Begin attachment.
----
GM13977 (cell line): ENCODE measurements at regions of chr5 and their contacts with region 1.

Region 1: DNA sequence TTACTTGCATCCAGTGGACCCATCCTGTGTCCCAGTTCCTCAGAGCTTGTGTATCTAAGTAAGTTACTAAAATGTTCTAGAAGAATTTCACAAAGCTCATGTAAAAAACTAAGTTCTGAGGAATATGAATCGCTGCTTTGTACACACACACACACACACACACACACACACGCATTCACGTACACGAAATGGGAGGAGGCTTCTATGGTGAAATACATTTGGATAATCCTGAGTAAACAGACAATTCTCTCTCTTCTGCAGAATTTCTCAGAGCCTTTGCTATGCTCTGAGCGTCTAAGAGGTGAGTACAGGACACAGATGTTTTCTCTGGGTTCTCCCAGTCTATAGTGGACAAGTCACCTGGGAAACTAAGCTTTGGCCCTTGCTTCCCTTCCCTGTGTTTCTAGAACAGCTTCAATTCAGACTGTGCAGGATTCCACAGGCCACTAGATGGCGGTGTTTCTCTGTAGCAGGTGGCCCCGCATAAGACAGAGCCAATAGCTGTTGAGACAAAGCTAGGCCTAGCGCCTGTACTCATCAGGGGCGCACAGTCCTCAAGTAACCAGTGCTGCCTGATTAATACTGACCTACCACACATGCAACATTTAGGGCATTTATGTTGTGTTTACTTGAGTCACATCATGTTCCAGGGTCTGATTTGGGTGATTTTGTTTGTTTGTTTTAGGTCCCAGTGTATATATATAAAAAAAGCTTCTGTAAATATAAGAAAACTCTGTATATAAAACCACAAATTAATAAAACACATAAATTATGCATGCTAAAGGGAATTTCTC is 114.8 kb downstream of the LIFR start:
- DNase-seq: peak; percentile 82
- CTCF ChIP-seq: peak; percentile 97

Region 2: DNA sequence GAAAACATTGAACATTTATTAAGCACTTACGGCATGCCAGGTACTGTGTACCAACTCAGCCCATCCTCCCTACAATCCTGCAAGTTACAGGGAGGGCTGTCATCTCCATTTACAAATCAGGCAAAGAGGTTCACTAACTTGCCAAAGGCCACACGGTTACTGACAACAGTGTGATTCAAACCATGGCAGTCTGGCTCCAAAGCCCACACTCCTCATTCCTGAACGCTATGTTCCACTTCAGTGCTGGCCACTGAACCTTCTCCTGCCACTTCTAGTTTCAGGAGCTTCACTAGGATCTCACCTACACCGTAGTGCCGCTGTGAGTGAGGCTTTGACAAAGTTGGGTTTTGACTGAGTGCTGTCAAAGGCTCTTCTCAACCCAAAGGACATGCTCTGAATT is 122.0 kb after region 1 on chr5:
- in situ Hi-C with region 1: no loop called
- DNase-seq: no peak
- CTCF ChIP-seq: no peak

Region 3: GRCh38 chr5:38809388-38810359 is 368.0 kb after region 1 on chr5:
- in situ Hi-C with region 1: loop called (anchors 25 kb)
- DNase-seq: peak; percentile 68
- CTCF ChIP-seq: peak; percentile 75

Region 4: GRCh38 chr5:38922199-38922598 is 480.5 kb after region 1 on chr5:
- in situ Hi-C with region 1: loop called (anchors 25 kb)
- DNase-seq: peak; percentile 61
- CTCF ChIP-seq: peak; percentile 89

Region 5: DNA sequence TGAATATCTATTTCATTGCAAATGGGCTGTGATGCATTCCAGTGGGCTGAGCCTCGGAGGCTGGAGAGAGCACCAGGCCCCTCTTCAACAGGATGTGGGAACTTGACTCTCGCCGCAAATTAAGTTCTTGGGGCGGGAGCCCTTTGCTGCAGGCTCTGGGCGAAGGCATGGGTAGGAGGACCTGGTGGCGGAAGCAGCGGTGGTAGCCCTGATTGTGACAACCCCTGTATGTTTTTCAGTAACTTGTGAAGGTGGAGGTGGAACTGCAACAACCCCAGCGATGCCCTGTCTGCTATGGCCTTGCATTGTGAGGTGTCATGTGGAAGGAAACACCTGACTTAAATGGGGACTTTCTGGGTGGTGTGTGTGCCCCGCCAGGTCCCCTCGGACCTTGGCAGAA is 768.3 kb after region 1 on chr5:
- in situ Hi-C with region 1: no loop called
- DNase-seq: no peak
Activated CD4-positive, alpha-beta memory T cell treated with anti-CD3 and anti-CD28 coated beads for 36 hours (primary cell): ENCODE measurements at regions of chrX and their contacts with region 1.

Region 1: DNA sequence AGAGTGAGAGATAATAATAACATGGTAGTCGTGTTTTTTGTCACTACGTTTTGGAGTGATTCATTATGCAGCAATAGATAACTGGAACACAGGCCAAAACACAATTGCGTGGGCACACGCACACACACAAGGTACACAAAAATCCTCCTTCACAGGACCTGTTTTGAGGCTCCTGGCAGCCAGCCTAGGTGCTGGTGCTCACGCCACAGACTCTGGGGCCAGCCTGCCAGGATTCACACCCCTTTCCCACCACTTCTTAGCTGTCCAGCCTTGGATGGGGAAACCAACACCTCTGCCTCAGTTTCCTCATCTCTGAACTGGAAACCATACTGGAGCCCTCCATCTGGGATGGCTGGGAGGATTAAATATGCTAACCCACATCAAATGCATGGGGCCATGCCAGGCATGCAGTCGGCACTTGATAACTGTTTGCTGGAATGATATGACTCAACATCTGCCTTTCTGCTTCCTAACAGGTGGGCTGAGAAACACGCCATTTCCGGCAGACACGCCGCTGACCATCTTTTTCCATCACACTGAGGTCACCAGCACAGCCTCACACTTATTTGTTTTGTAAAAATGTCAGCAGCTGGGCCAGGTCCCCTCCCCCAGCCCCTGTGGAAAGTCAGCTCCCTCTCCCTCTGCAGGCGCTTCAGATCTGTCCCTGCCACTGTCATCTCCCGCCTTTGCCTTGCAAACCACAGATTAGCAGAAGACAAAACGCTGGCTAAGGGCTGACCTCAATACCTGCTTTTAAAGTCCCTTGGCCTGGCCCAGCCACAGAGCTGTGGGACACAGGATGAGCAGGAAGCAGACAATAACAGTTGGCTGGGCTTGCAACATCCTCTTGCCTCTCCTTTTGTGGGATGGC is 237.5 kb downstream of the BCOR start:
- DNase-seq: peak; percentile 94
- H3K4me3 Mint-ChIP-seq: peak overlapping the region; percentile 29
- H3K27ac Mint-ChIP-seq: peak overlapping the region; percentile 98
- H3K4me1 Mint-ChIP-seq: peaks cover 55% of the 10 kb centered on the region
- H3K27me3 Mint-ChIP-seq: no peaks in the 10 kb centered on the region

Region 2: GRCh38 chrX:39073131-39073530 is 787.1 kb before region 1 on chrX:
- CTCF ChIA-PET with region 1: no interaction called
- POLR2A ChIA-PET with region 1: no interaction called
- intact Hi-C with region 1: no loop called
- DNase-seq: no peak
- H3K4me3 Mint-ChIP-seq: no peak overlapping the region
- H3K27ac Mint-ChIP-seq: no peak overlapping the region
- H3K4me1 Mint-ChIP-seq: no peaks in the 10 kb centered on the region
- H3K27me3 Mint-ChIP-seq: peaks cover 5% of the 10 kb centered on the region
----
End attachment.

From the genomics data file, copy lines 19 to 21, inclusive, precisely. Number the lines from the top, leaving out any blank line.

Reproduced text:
- DNase-seq: no peak
Activated CD4-positive, alpha-beta memory T cell treated with anti-CD3 and anti-CD28 coated beads for 36 hours (primary cell): ENCODE measurements at regions of chrX and their contacts with region 1.

Region 1: DNA sequence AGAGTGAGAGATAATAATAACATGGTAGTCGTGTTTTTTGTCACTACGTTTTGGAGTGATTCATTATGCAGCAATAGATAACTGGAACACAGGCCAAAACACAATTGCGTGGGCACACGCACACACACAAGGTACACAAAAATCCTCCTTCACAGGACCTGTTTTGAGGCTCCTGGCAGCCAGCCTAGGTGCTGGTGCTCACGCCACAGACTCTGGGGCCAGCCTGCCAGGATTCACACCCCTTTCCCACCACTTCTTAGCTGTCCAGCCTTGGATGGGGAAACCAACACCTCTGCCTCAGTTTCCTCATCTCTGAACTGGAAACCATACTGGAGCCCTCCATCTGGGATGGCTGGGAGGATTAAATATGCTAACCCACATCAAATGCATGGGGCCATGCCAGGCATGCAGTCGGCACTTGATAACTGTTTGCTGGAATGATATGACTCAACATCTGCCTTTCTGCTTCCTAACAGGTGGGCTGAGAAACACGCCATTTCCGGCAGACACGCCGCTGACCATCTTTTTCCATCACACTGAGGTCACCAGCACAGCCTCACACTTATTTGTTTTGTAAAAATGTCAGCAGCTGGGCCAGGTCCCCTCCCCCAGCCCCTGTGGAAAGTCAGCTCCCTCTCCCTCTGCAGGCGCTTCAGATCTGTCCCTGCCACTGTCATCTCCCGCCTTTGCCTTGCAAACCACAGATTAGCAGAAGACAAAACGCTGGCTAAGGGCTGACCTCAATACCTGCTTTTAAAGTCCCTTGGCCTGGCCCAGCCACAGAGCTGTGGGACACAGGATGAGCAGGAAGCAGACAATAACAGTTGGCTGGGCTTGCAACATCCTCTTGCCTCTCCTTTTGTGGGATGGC is 237.5 kb downstream of the BCOR start: